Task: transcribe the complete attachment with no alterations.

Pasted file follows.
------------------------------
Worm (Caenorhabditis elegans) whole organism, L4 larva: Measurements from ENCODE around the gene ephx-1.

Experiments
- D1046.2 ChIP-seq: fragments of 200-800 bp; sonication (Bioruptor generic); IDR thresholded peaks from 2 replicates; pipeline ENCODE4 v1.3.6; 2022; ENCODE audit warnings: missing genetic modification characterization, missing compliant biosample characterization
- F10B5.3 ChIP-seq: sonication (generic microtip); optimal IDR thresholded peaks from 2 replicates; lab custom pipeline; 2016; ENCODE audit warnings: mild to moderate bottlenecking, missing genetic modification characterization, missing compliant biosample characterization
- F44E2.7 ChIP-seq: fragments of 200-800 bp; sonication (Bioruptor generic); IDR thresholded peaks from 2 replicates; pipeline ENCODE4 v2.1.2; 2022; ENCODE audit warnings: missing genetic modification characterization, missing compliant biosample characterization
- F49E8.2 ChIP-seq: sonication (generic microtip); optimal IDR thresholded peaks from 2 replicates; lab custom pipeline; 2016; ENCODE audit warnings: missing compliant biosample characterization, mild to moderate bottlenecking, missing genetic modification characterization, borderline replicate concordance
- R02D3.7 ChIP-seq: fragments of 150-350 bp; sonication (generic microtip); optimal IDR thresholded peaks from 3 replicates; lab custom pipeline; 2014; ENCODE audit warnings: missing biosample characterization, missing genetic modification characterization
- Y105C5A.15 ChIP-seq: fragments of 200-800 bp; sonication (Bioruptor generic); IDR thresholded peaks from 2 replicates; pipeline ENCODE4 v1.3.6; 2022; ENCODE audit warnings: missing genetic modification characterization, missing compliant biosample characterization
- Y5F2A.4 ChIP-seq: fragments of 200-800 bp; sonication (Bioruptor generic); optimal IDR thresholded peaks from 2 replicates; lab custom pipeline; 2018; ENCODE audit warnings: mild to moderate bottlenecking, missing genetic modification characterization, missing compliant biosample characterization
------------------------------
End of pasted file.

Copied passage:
Worm (Caenorhabditis elegans) whole organism, L4 larva: Measurements from ENCODE around the gene ephx-1.

Experiments
- D1046.2 ChIP-seq: fragments of 200-800 bp; sonication (Bioruptor generic); IDR thresholded peaks from 2 replicates; pipeline ENCODE4 v1.3.6; 2022; ENCODE audit warnings: missing genetic modification characterization, missing compliant biosample characterization
- F10B5.3 ChIP-seq: sonication (generic microtip); optimal IDR thresholded peaks from 2 replicates; lab custom pipeline; 2016; ENCODE audit warnings: mild to moderate bottlenecking, missing genetic modification characterization, missing compliant biosample characterization
- F44E2.7 ChIP-seq: fragments of 200-800 bp; sonication (Bioruptor generic); IDR thresholded peaks from 2 replicates; pipeline ENCODE4 v2.1.2; 2022; ENCODE audit warnings: missing genetic modification characterization, missing compliant biosample characterization
- F49E8.2 ChIP-seq: sonication (generic microtip); optimal IDR thresholded peaks from 2 replicates; lab custom pipeline; 2016; ENCODE audit warnings: missing compliant biosample characterization, mild to moderate bottlenecking, missing genetic modification characterization, borderline replicate concordance
- R02D3.7 ChIP-seq: fragments of 150-350 bp; sonication (generic microtip); optimal IDR thresholded peaks from 3 replicates; lab custom pipeline; 2014; ENCODE audit warnings: missing biosample characterization, missing genetic modification characterization
- Y105C5A.15 ChIP-seq: fragments of 200-800 bp; sonication (Bioruptor generic); IDR thresholded peaks from 2 replicates; pipeline ENCODE4 v1.3.6; 2022; ENCODE audit warnings: missing genetic modification characterization, missing compliant biosample characterization
- Y5F2A.4 ChIP-seq: fragments of 200-800 bp; sonication (Bioruptor generic); optimal IDR thresholded peaks from 2 replicates; lab custom pipeline; 2018; ENCODE audit warnings: mild to moderate bottlenecking, missing genetic modification characterization, missing compliant biosample characterization